Generally, statistical comparisons of small-world properties require comparable random and regular networks [7]. The theoretical networks are different from the experimental networks in the present study and thus cannot supply an effective contrast for our research of networks. Therefore, we also generated regular and random networks that maintained the same number of edges and nodes precisely. Then, we compared the efficiency of G with that of a regular network (Greg) and a random network (Grand). If Eloc (Grand) < Eloc (G) < Eloc (Greg) and Eglob (Greg) < Eglob (G) < Eglob (Grand), the research graph G is designated as an optimal small-world network [36].

Statistical analysis

The Statistical Package for Social Studies (SPSS, version 13.0; SPSS, Inc., USA) and MATLAB (The MathWorks, Natick, MA, USA) were used for all statistical analyses.

To test the differences in cortical thickness, a two - groups (ADHD vs. Control) * 1 condition (thickness) analysis of variance (ANOVA) was performed for different cortical Regions of Interest (ROIs). Before this analysis, a linear regression was used to remove other effects (mean overall cortical thickness, age, and IQ) of cortical thickness; the residuals were used as the substitute for the original ROIs mean cortical thickness. P values < 0.05 were considered to indicate statistical significance.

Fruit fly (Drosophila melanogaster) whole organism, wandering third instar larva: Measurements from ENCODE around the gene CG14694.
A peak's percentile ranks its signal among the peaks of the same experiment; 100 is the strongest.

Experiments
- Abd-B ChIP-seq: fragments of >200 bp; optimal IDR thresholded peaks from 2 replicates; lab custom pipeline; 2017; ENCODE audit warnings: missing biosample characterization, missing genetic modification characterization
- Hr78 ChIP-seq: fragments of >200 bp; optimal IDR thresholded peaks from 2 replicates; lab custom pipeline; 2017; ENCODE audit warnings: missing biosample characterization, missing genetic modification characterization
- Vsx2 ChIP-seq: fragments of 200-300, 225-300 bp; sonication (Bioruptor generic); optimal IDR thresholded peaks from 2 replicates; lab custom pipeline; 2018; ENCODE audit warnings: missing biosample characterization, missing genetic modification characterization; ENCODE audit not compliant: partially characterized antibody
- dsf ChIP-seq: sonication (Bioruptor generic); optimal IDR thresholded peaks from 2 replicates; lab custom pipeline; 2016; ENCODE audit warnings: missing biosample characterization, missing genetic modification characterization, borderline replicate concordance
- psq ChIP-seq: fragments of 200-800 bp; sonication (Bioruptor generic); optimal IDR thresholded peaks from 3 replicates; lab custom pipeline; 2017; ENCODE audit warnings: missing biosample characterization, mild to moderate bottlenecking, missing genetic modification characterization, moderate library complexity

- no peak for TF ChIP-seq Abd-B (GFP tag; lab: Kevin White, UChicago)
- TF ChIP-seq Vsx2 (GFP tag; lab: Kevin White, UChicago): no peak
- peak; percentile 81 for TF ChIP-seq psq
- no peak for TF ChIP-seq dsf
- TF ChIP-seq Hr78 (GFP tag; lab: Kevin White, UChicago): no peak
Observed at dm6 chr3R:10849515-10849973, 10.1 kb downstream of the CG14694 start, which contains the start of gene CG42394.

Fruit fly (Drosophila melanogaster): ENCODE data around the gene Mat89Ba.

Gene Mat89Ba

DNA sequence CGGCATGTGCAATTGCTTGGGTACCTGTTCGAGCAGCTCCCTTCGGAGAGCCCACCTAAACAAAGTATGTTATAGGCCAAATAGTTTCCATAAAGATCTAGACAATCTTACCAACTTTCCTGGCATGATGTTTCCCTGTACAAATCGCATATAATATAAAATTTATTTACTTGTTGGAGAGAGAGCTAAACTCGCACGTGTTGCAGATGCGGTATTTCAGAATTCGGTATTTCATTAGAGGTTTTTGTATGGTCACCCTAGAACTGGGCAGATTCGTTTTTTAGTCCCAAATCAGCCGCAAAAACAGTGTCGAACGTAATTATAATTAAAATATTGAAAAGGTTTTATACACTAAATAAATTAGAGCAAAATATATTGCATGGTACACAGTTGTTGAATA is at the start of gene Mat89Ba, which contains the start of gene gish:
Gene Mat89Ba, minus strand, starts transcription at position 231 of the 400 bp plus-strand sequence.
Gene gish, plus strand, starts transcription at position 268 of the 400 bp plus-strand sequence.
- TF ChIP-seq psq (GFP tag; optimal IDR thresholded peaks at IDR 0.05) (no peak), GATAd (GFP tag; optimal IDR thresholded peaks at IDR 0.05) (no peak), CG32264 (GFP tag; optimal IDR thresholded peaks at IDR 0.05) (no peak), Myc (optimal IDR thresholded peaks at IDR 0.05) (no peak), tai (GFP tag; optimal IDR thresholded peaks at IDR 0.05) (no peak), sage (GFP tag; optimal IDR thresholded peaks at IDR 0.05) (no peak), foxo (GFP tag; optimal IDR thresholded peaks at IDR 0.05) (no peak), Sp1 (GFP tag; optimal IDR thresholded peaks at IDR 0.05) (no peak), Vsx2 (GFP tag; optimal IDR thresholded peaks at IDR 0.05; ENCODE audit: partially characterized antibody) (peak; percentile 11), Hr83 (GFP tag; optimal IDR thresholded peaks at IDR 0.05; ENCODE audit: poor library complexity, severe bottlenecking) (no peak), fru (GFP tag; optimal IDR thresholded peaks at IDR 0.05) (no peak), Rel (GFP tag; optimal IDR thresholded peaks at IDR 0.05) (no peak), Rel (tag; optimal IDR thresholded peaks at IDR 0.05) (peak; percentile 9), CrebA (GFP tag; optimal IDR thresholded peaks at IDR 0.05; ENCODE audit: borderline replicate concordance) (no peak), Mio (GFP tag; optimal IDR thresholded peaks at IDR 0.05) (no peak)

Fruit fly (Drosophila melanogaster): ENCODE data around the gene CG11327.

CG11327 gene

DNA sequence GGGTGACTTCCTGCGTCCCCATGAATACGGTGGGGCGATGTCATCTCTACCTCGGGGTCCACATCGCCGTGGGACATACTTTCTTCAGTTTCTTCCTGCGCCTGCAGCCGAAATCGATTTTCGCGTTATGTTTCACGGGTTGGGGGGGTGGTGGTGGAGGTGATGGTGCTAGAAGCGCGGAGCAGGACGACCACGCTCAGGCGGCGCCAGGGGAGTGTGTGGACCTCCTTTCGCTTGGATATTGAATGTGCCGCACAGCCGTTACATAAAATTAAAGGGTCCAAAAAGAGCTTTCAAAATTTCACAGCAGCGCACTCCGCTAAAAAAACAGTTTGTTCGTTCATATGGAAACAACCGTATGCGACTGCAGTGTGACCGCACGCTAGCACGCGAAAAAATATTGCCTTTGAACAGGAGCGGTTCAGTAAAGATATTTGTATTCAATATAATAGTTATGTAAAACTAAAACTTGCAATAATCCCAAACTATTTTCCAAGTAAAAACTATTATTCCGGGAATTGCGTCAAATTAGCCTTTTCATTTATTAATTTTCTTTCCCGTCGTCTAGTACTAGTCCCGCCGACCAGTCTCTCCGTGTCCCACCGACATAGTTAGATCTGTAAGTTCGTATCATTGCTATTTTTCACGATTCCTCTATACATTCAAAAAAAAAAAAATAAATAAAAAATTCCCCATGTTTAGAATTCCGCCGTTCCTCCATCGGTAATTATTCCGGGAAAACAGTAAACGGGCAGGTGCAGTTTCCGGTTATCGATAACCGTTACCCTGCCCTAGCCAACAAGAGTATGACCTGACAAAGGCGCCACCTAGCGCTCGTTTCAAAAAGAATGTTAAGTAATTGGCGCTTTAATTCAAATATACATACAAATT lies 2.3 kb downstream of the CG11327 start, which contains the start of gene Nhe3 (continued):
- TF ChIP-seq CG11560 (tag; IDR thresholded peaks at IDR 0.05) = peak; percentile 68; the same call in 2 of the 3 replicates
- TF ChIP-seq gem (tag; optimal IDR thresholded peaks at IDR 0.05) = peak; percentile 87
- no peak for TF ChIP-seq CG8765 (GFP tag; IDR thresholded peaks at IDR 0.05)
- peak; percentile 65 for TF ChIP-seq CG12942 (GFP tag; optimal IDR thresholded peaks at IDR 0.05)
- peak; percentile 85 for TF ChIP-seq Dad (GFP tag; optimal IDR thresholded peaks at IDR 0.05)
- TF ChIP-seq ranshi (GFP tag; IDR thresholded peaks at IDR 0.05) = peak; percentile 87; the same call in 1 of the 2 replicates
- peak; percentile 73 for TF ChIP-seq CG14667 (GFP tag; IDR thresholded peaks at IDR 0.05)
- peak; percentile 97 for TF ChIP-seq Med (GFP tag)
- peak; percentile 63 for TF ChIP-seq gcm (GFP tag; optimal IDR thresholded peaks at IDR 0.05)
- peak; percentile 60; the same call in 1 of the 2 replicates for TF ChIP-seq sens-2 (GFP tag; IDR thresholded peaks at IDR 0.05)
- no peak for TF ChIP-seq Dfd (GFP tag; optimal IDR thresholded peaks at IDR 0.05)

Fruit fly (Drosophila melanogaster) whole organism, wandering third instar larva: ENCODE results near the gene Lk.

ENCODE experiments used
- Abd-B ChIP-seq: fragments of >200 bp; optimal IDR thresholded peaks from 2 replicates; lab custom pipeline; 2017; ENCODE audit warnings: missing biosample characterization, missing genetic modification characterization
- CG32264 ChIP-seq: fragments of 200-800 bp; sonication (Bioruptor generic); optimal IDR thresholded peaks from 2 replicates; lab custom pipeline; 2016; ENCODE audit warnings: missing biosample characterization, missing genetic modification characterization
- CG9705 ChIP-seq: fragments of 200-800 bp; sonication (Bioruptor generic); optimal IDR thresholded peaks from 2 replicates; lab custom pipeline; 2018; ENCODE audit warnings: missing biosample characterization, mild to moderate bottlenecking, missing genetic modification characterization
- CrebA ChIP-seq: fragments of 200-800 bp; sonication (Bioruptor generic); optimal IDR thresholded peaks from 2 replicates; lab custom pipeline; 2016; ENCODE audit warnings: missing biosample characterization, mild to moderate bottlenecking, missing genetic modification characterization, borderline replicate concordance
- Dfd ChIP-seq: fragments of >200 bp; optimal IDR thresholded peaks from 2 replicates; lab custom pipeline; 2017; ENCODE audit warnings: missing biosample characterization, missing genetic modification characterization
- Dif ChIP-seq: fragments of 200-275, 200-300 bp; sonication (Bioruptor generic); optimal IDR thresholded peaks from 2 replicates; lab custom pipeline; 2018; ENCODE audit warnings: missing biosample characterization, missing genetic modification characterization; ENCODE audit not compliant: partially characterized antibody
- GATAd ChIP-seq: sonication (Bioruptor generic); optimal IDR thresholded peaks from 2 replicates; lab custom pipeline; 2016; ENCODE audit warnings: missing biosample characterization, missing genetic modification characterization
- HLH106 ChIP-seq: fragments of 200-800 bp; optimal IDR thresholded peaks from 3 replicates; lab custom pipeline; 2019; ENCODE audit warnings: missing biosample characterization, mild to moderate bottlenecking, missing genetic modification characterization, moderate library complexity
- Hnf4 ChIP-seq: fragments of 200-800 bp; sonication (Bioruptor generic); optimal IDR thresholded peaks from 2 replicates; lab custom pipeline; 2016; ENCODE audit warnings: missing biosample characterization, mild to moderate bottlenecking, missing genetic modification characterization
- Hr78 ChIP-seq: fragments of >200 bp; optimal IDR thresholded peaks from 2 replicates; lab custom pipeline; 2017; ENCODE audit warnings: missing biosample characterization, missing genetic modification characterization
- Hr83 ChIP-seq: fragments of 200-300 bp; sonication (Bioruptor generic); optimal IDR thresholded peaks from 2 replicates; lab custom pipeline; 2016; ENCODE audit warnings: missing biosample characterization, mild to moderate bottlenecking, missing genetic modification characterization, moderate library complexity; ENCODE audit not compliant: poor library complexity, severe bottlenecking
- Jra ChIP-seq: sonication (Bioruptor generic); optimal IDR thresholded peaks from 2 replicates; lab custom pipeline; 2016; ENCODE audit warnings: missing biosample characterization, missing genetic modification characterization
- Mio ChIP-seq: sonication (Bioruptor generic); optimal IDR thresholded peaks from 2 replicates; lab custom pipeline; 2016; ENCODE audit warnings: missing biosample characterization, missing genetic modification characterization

To investigate whether the interregional correlation of cortical thickness between the two groups was significantly different, the present study used Fisher’s r-to-z transform to convert the correlation coefficients to z values. Then, we compared these transformed z values to investigate the significance of the between-group differences in correlations. The present study used the non-parameter permutation test [55] of 5000 times to compare the correlation measures. Considering the correction for multiple comparisons, the FDR (false discovery rate) method was applied. A value of P < 0.05 was considered statistically significant.

Because of the calculation characteristics of the brain structural network, the present study used the non-parameter permutation test [55] of 5000 times to compare the global efficiency (Eglob (G)), local efficiency (Eloc (G)), and regional nodal efficiency (Enodal (G, i)) at each cost value to assess the differences of small-world topological features between the two groups. Each distribution adopted the 95 percentile point as the threshold, and the probability of a type I error was 0.05 (one-tailed test).

Spearman’s test was performed to analyze correlations between the average cortex thickness and clinical symptoms of ADHD (ADHD_Index in ADHD 200: Peking University). The significance value was set as P < 0.05 for this correlation analysis.


The authors would like to thank the following funding organizations for support: National Natural Science Foundation of China (Grant 61503295), National Natural Science Foundation of China (Grant 61431012), China Postdoctoral Science Foundation (Grant 2015M570840) and Natural Science Foundation of Shaanxi Province (Grant 2015JQ8318).

Conflicting Interests

The authors declared no potential conflicts of interest with respect to the research, authorship, and/or publication of this article.

Authors' contributions

Tian Liu: Conceived and designed the experiments, performed the experiments, analyzed the data and wrote the manuscript;

Yanni Chen: Performed the experiments;

Chenxi Li: Analyzed the data and revised the manuscript;

Youjun Li: Contributed analysis tools;

Jue Wang: Approved the final version.